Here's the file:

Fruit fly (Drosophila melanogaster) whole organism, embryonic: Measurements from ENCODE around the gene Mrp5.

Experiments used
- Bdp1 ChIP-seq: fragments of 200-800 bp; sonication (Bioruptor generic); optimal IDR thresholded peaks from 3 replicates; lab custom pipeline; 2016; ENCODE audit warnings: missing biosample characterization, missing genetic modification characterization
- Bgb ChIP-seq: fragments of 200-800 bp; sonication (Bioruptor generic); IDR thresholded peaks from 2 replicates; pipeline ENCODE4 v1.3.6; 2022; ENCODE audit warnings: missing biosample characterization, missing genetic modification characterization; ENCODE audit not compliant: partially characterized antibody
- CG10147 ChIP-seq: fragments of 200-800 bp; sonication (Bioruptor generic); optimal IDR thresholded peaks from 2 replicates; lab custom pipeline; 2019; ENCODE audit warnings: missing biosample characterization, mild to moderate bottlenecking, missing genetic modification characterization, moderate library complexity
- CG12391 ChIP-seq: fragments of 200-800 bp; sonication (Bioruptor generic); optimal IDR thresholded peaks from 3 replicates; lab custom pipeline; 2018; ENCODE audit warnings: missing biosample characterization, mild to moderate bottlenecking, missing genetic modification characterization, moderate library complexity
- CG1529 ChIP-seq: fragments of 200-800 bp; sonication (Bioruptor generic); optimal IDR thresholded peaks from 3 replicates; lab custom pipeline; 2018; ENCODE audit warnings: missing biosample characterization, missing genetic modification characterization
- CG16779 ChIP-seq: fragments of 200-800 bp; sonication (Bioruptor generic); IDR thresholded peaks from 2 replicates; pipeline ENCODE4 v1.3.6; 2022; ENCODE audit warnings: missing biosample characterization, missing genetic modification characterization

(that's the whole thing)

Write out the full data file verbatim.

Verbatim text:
Fruit fly (Drosophila melanogaster) whole organism, embryonic: Measurements from ENCODE around the gene Mrp5.

Experiments used
- Bdp1 ChIP-seq: fragments of 200-800 bp; sonication (Bioruptor generic); optimal IDR thresholded peaks from 3 replicates; lab custom pipeline; 2016; ENCODE audit warnings: missing biosample characterization, missing genetic modification characterization
- Bgb ChIP-seq: fragments of 200-800 bp; sonication (Bioruptor generic); IDR thresholded peaks from 2 replicates; pipeline ENCODE4 v1.3.6; 2022; ENCODE audit warnings: missing biosample characterization, missing genetic modification characterization; ENCODE audit not compliant: partially characterized antibody
- CG10147 ChIP-seq: fragments of 200-800 bp; sonication (Bioruptor generic); optimal IDR thresholded peaks from 2 replicates; lab custom pipeline; 2019; ENCODE audit warnings: missing biosample characterization, mild to moderate bottlenecking, missing genetic modification characterization, moderate library complexity
- CG12391 ChIP-seq: fragments of 200-800 bp; sonication (Bioruptor generic); optimal IDR thresholded peaks from 3 replicates; lab custom pipeline; 2018; ENCODE audit warnings: missing biosample characterization, mild to moderate bottlenecking, missing genetic modification characterization, moderate library complexity
- CG1529 ChIP-seq: fragments of 200-800 bp; sonication (Bioruptor generic); optimal IDR thresholded peaks from 3 replicates; lab custom pipeline; 2018; ENCODE audit warnings: missing biosample characterization, missing genetic modification characterization
- CG16779 ChIP-seq: fragments of 200-800 bp; sonication (Bioruptor generic); IDR thresholded peaks from 2 replicates; pipeline ENCODE4 v1.3.6; 2022; ENCODE audit warnings: missing biosample characterization, missing genetic modification characterization